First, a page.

Pigment dispersion syndrome and pigmentary glaucoma result from iridozonular friction causing disruption of the iris epithelium and deposition of iris pigment on anterior segment structures.1 The classic triad of findings includes Krukenberg spindle, iris transillumination defects, and trabecular meshwork pigment. A posterior bowing of the iris that underlies the iridozonular contact and dispersion of pigment is often noted in these eyes. Usually seen in myopic patients, this concave iris configuration is believed to be due to reverse pupillary block, with the increased axial length allowing for a higher volume or pressure in the anterior chamber compared with the posterior chamber.2,3 Laser iridotomy has been proposed as a therapeutic modality for pigment dispersion syndrome and pigmentary glaucoma by equalizing the pressure between the anterior and posterior chambers, in an analogous manner to the treatment of narrow-angle glaucoma, thereby eliminating the reverse pupillary block.2 This results in a flat iris configuration with reduction or elimination of the iridozonular contact.2,4
A 48-year-old man was referred for management of elevated intraocular pressure in his right eye. His history was significant for congenital bilateral iris defects. There was no history of ocular trauma. On examination, his visual acuity was 20/25 OU with moderate myopic correction. Pressures were 32 mm Hg OD and 23 mm Hg OS. Biomicroscopy demonstrated a Krukenberg spindle in the right eye only. A partial iris coloboma was present in the right eye and a complete iris coloboma was present in the left eye (Figure 1). Transillumination defects were present in the right eye only (Figure 2). Gonioscopy of the right eye demonstrated an open angle with dense, uniform trabecular pigment; gonioscopy of the left eye showed an open angle without significant pigment(Figure 3). In addition, gonioscopy demonstrated a posterior iris concavity in the right eye and relatively flat iris configuration in the left eye. On funduscopic examination, asymmetry of the optic nerves was noted with a 0.3 cup-disc ratio in the right eye and a 0.1 cup-disc ratio in the left eye. The right eye was diagnosed as having pigmentary glaucoma and a partial iris coloboma. The left eye was diagnosed as having mild ocular hypertension, without pigment dispersion or glaucoma, in association with a complete iris coloboma. Treatment of the right eye was initiated with latanoprost, followed by laser trabeculoplasty, with the pressure stabilizing below 19 mmHg.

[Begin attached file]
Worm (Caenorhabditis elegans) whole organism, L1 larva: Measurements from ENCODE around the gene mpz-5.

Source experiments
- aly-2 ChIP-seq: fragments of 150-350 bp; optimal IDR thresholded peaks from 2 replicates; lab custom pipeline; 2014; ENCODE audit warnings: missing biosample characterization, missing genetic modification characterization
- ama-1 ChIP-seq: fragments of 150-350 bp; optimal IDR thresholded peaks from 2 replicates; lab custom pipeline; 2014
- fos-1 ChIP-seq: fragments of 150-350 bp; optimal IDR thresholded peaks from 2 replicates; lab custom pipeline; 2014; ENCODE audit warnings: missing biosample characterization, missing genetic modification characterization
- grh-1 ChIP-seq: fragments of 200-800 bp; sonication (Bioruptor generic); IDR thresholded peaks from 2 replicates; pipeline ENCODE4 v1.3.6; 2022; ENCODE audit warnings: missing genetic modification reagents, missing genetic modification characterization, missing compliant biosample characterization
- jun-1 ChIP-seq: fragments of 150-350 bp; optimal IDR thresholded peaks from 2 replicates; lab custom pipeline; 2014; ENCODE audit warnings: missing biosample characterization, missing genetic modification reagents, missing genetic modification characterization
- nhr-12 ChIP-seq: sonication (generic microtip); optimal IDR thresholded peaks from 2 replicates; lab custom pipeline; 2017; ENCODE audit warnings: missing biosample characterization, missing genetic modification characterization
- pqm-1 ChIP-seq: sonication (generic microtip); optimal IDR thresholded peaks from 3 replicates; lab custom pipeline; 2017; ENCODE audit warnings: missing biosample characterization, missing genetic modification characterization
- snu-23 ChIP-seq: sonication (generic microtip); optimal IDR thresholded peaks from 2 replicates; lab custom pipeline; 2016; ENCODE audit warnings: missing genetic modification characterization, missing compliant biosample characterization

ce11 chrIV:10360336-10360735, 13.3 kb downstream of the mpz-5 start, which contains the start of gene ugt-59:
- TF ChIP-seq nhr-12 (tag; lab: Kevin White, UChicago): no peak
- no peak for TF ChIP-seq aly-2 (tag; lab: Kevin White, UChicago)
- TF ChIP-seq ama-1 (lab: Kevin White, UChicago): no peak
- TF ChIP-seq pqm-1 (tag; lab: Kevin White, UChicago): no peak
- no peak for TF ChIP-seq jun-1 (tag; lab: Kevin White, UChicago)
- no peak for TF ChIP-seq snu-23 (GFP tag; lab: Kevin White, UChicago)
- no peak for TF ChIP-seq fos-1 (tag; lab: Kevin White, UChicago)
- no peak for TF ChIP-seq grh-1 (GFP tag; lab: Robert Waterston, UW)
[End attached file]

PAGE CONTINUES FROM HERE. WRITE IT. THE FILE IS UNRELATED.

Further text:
Slitlamp photograph of the right eye (A) showing a partial iris coloboma and of the left eye (B) showing a complete iris coloboma.
Retroillumination of the right eye (A) demonstrating iris transillumination defects, most pronounced over the region of the partial coloboma. The left eye (B) shows no transillumination defects. Also note the edge of the lens indirectly visible through the inferior transillumination defects in the right eye (A) and directly visible through the coloboma in the left eye (B).
Gonioscopic appearance of each eye. Note dense, uniform trabecular pigment in the right eye (A) and no significant trabecular pigment in the left eye (B). Also note the relative posterior bowing of the iris in the right eye (A) that is most prominent over the area of the partial coloboma, and the flat iris configuration in the left eye (B).
Pigment dispersion was prevented in the left eye of this patient because the iris coloboma was complete, reaching beyond the edge of the lens, and effectively functioned as would an iridectomy. Therefore, reverse pupillary block was prevented, a flat iris configuration was maintained, and there was no iridozonular contact. In the right eye, since the incomplete iris coloboma did not reach beyond the maximum curvature of the lens, reverse pupillary block remained. As a result, a posterior iris concavity persisted with associated pigment dispersion and glaucoma. Of note, the partial coloboma may have resulted in greater pigment dispersion than would no coloboma at all, as evidenced by the iris concavity and transillumination defects being relatively marked because of the thinner iris tissue in the region of the partial coloboma. This case serves as a natural prospective example, with its own control, of the potential effectiveness of iridotomy treatment in reducing or preventing pigment dispersion.
Corresponding author and reprints: Paul M. Tesser, MD, PhD, Eye Surgeons and Physicians of St Louis Ltd, 224 S Woods Mill Rd, Suite 700, Chesterfield, MO 63017.
Tesser PM. An Iris Coloboma Preventing Pigmentary Glaucoma. Arch Ophthalmol. 2003;121(7):1055-1056. doi:10.1001/archopht.121.7.1055